2.6
0.9513
Number of preschools
11.8
10.9
0.7758
Number of ECCE teachers
26
32
0.6471
Number of children aged 0-6
3321
2742
0.4580
Number of children who attend
kindergarten or preschool
614
587
0.8710
Number of children aged 4
427
400
0.7469
Number of sample children
23.7
25.8
0.4296
Have teacher training or not
0.3
0.5
0.3880
Have health work training or not
0.2
0.3
0.6278
Have parents training or not
0.2
0.1
0.5560
 

The main characteristic of preschools in control and treatment townships in Lushan County

Variables
treatment=0
treatment=1
P-value of mean
comparison test
Land area of preschool or
kindergarten
850
1032
0.5904
Construct area of preschool or
kindergarten
252
201
0.4395
Green area of preschool or
kindergarten
49
35
0.5681
Have sand bunker or not
0.1
0.2
0.3396
Have playground or not
0.2
0.2
0.8898
Have animal area or not
0.0
0.0
0.7836
Have plant area or not
0.2
0.1
0.6053
Have manager office or not
0.5
0.5
0.8891
Have teacher office or not
0.3
0.3
0.9110
Have sanitation or not
0.1
0.0
0.6023
Have kitchen or not
0.4
0.3
0.4807
Teachers with early child education
major
0.4
0.6
0.4407
Teachers who graduated from
academy school or university
0.6
0.4
0.5489
Numbers of tools
148
151
0.9518
 

The main characteristics of households in control and treatment townships in Lushan County

Variables
age
Edu
asset
treatment=0
41.1
1.6
3.5
treatment=1
42.1
1.7
3.5
P-Value
0.3809
0.5258
0.8368
 

The main characteristics of children in control and treatment townships in RCT county

Variables
Height of
children
Weight of
children
Chest
circumference
Head
circumference
Test score
treatment=0
105.9
16.0
54.8
50.8
64.2
treatment=1
105.8
15.9
54.4
50.6
64.4
P-value
0.7987
0.6174
0.2066
0.2573
0.9515

 

Implementation: Plan International

Founded over 70 years ago, Plan International is one of the oldest and largest international development agencies in the world. Plan International works in 49 developing countries across Africa, Asia and the Americas and directly supports more than 1,500,000 children and their families. Plan works to achieve lasting improvements for children living in poverty in developing countries. For more detail information, see http://www.plan-international.org.cn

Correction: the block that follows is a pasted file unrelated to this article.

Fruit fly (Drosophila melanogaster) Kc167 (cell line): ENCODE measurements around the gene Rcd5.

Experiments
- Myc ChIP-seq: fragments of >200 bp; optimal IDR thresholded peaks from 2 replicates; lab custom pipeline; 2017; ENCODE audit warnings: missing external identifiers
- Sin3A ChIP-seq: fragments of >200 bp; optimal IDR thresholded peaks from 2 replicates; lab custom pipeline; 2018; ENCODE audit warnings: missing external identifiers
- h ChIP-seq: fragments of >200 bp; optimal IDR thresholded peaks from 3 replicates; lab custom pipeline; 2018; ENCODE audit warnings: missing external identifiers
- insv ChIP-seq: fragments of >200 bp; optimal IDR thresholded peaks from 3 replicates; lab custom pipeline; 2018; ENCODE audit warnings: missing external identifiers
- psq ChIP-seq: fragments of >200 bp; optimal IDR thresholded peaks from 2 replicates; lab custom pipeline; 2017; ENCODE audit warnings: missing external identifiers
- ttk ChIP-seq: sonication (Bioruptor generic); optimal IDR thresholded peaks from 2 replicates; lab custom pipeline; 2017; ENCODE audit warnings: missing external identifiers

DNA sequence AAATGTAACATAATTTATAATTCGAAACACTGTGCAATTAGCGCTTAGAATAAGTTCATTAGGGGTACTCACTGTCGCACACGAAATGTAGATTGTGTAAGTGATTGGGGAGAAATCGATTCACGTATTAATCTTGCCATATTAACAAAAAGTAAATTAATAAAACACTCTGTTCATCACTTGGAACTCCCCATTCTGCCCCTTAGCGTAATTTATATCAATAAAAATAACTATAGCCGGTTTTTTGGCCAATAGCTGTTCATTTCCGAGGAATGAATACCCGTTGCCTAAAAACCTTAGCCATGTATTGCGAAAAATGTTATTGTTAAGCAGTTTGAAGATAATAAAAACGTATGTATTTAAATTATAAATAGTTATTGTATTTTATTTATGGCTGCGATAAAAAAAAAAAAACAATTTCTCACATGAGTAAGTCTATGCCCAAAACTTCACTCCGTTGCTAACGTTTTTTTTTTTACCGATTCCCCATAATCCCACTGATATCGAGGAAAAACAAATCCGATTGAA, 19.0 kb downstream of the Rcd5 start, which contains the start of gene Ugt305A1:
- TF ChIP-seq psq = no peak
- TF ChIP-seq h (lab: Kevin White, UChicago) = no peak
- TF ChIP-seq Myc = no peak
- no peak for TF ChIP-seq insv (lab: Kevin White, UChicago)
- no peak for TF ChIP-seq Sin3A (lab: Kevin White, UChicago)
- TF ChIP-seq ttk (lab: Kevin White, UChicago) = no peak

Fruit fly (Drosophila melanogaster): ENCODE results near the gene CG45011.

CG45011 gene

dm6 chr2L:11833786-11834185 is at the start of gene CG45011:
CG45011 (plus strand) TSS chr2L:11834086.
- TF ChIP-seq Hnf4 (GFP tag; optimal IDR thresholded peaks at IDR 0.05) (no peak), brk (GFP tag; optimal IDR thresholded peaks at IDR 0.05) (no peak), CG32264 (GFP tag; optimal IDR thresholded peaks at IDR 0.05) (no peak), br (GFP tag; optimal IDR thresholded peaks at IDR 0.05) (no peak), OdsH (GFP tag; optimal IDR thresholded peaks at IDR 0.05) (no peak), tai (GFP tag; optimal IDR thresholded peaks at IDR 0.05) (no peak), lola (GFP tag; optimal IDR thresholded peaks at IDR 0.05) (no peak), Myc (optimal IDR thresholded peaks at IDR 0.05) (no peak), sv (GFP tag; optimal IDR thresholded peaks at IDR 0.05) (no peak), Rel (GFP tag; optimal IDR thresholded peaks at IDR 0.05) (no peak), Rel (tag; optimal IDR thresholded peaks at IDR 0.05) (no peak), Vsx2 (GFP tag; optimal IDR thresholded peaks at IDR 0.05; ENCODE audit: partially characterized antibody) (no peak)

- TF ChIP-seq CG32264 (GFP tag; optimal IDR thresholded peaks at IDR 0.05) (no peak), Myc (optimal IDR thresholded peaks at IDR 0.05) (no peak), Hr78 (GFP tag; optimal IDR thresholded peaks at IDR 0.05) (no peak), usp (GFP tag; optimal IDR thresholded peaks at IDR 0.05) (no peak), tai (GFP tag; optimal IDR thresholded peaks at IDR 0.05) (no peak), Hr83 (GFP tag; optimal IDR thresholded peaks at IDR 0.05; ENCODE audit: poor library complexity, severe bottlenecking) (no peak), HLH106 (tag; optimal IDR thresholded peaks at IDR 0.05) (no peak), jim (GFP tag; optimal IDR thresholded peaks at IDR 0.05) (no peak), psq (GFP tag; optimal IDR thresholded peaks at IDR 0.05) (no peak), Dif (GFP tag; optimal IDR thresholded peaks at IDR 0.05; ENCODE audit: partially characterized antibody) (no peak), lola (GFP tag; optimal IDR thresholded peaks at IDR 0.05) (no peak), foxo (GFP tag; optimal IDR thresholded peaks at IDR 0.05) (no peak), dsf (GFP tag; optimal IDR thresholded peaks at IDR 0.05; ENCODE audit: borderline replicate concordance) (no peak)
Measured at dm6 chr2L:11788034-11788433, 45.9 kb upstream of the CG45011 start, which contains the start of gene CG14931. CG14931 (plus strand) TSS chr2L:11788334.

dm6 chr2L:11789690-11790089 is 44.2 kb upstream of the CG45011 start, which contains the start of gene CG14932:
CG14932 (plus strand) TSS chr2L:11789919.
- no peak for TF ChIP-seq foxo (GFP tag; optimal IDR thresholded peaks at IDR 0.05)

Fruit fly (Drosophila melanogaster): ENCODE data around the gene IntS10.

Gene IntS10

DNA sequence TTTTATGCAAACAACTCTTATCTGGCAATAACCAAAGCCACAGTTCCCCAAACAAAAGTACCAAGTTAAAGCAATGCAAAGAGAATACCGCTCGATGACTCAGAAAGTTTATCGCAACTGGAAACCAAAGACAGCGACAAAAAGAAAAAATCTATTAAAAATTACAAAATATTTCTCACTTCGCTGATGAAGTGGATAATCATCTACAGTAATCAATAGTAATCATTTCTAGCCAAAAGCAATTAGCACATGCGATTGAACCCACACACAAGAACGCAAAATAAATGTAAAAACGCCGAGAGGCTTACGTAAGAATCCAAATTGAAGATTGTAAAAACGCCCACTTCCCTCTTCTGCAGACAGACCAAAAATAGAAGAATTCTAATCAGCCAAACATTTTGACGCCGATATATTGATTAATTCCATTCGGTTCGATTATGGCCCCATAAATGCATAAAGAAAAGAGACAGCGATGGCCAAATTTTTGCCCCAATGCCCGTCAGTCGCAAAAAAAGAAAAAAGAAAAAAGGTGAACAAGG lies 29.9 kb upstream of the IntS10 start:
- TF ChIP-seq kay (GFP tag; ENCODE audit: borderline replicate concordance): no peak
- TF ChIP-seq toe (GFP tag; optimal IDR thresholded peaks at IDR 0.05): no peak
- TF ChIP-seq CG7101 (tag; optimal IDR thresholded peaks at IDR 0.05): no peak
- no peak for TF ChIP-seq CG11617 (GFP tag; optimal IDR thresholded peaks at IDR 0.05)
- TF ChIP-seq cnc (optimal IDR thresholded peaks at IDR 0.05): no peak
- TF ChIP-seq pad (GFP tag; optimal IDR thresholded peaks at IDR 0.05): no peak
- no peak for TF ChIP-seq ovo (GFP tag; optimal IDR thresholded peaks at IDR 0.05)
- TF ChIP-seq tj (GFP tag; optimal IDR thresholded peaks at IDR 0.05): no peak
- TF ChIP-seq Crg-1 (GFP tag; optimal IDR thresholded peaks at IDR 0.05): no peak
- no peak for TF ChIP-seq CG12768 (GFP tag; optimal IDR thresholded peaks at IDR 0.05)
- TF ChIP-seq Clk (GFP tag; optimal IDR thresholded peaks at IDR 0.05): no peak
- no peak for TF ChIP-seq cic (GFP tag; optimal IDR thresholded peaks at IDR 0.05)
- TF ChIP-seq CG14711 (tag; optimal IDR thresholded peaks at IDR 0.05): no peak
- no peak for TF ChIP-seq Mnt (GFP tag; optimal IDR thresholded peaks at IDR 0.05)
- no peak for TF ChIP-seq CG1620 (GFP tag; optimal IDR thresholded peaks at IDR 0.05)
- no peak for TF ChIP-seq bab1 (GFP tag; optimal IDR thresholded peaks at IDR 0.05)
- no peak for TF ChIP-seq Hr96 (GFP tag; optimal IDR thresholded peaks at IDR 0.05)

Evaluation


Baseline


REAP will document the baseline at several levels, including township, village, pre-school, teacher, household and of the children. First, we will conduct a baseline survey to collect the socio-economic and other information about preschool education in the treatment and control townships and villages.


Second, REAP will randomly select 256 four-year old children from 50 villages within the 10 randomly selected ‘treatment’ townships and 246 four-year old children from 50 villages within the 10 randomly selected ‘control’ townships. The children will be chosen from among those attending a pre-school. Those chosen for the ‘treatment’ and ‘control’ townships, respectively, will be considered a representative sample of the children attending a pre-school center.


For each child selected, we have done the following things in the baseline survey:

  • Test her/his physical readiness, emotional maturity, social competence, cognitive readiness and communicative competence.

  • Survey of the characteristics of her/his family and household.

  • Survey of the school manager and of the teachers to document the quality of preschool services in the sample townships.

The photo below shows some of our testing of the 4 year olds. If you want to see more, please click to see a slide show [LINK].

Copies of the surveys in English and Chinese are available in the Survey and Data section of the website.

Post-treatment

REAP will follow up after 12 months and periodically in the years thereafter (as funding allows) to examine the status of students in the treatment and control groups, in the cognitive, physical, psychological and socioeconomic dimensions recorded at baseline.

Results

On-going project

Funding

Nokia group; for more details, please visit: http://www.nokia.com